The things which you have heard from me in the presence of many witnesses, entrust these to faithful men, who will be able to teach others also. 2 Timothy 2:2 (NASB)
Much as a parent imparts truth/skills to a child, every follower of Christ should embrace the role of being a spiritual parent to the point that they are able to see at least spiritual great-grandchildren – four generations (Paul – Timothy – Faithful Men – Others) – following them as imitators of Christ Jesus.
For some more thoughts and suggested resources on this topic, check out a previous post “Me, Disciple Someone.”
The “Honey Moon” was visible in the Northern Hemisphere on Friday the 13th.The name comes not from the traditional wedding month, but from the moon’s yellow tone as it seen through more atmosphere, traveling a path closer to the horizon in opposition to the sun’s higher path as the summer solstice approaches. Because my amateur photography is characterized by a lot of trial and error, I was searching for moon photography tips online. I discovered this site and app, The Photographer’s Ephemeris. It allowed me to add the extra, extra for which I was looking. While the full moon was beautiful in its own right (extra), I was wanting the moon’s reflection in water (EXTRA, EXTRA).
The app gives the times of sun/moon rises and settings, as well as the coordinates of each with a compass feature. Knowing the angle of the moonrise, the app enabled me to do a map search on my phone of various lakes in my area to find a place to set up for the shot with the most water in the foreground.
The TPE app will prove to be very valuable in calculating sunrise/set pictures, as well. Check out the video to see some of the additional features.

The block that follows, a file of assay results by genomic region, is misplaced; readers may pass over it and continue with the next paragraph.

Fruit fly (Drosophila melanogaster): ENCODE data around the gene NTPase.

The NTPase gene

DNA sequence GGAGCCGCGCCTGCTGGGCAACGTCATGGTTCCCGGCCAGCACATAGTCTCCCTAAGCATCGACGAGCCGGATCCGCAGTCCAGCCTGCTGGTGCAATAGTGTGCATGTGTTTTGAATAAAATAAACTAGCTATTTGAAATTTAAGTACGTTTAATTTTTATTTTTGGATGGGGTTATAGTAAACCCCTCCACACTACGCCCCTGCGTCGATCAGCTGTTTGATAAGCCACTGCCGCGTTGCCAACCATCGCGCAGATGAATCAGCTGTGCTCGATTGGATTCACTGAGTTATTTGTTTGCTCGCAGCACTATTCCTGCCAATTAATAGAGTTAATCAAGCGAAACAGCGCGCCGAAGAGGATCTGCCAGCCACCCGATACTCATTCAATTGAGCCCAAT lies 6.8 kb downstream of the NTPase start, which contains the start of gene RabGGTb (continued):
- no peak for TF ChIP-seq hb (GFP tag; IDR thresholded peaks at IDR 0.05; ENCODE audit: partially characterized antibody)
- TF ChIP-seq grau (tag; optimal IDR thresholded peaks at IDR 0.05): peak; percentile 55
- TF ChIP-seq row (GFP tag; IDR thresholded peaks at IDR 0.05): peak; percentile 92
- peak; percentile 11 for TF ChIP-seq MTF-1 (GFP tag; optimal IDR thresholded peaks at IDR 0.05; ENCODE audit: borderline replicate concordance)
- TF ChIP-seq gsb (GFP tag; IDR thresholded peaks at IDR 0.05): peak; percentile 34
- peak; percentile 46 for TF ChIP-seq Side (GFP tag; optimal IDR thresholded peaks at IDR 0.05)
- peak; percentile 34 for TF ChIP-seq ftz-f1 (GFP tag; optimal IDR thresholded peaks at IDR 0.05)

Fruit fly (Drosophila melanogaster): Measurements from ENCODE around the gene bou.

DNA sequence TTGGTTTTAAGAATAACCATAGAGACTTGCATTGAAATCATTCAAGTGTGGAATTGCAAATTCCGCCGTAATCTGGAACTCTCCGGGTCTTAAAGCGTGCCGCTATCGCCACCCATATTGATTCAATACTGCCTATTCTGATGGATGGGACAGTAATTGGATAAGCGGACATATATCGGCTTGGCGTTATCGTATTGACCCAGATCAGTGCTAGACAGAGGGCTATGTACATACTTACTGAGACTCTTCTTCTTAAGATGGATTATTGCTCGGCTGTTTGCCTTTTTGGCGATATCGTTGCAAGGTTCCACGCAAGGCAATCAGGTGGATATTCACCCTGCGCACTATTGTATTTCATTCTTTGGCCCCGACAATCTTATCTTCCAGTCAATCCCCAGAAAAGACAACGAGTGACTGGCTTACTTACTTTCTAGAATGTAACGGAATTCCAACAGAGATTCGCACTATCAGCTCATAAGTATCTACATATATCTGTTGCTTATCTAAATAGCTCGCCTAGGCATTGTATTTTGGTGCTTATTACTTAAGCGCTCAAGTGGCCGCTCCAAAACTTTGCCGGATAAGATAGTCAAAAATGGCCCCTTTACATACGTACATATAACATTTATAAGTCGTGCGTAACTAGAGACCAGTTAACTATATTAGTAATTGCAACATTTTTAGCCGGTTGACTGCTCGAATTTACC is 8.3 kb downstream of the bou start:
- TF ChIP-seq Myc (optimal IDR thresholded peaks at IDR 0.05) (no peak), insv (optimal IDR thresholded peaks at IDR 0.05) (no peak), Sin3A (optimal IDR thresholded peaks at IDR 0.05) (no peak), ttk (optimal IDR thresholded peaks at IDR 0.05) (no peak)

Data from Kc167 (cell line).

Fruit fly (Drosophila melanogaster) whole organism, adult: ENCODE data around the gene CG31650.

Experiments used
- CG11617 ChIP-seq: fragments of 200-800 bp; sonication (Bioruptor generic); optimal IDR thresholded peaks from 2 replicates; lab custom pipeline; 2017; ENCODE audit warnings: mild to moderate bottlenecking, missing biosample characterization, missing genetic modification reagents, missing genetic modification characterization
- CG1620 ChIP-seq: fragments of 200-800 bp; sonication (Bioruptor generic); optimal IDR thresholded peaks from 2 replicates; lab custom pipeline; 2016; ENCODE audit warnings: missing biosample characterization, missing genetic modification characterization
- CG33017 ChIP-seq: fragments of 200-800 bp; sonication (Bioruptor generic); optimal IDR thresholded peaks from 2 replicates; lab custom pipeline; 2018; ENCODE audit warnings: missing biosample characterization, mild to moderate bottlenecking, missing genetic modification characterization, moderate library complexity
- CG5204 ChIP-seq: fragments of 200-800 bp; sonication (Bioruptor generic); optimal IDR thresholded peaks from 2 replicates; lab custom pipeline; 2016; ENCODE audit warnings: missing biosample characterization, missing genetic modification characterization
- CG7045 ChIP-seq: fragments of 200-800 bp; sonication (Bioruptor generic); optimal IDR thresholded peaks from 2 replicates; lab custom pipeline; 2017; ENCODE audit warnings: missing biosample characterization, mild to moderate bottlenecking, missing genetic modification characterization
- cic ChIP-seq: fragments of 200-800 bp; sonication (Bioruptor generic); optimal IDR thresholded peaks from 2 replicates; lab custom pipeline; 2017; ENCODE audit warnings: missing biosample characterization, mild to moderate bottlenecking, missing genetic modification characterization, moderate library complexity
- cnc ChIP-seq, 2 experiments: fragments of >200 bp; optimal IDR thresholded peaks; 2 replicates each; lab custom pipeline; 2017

There are few things in the visible, celestial realm as enthralling as a full moon. To think that it has no light of its own but is just a reflection of the sun brings to mind so many spiritual applications. The example that I like the most has to do with Jesus’ words to His followers that we are to let our lights shine.
14 “You are the light of the world. A city situated on a hill cannot be hidden. 15 No one lights a lamp and puts it under a basket, but rather on a lampstand, and it gives light for all who are in the house. 16 In the same way, let your light shine before men, so that they may see your good works and give glory to your Father in heaven. Matthew 5:14-16 (HCSB)
As followers of Christ, we have no natural spiritual light but only a reflective light of the glory of God in our lives. When we are living fully in His grace and under the control of the Holy Spirit, we are motivated to show His loving kindness to others. They see our good works and begin to get a picture of God’s love for them as we radiate a bright reflection of Him.